We all tell stories. Be it in the elegant prose of a finely-crafted novel or merely relaying the day’s events to someone else, this capacity for storytelling is something found across our various cultures and has its roots deep in our prehistory. Stories are powerful tools with which we understand the world and share social information. They can also be dangerous. In the art of weaving together a tale, details might be omitted, others highlighted and some manipulated. Simple stories, where we abstract away from our complex and messy lives, are especially prone to this narrative fallacy, where we take facts and force an explanation into them, which, in the words of Nassim Nicholas Taleb, is misleading when it “increases our impression of understanding”. A similar warning is made in this brilliant video by Professor Tyler Cowen (of Marginal Revolution):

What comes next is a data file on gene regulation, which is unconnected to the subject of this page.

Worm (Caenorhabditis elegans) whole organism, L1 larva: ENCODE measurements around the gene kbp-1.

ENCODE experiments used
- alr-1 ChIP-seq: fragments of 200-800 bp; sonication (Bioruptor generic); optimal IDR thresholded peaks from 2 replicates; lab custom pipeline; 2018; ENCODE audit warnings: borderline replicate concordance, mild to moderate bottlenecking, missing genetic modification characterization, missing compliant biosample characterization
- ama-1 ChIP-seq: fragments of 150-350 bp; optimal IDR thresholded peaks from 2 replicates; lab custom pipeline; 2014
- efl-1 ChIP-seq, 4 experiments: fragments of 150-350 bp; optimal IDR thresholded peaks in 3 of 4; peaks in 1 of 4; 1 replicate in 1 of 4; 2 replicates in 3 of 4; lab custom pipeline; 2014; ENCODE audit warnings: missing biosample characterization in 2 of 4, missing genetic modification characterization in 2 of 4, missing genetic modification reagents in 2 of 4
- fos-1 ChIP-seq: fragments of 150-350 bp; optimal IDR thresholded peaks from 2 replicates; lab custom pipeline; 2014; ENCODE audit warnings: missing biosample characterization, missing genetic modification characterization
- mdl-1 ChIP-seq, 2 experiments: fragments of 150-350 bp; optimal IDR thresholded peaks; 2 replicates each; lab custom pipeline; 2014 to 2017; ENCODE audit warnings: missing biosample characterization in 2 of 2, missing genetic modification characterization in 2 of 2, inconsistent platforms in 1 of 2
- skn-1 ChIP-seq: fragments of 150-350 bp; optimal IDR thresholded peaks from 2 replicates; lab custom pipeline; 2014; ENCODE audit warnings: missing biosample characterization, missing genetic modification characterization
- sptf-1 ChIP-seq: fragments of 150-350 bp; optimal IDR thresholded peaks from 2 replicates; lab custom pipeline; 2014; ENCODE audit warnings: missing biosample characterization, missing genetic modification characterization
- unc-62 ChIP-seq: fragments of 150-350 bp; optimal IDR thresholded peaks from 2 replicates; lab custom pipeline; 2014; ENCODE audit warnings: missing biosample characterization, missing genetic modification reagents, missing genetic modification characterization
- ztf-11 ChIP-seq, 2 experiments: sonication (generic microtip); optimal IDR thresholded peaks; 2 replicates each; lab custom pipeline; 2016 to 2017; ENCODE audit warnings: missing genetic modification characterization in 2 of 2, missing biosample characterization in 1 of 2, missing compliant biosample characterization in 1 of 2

N.B. The featured picture is of the painting The Boyhood of Raleigh by John Everett Millais. The story behind its use here is simple: it appears on the storytelling page of wikipedia. It also began me on a quest of hyperlink jumps, but that’s another story… Yawn.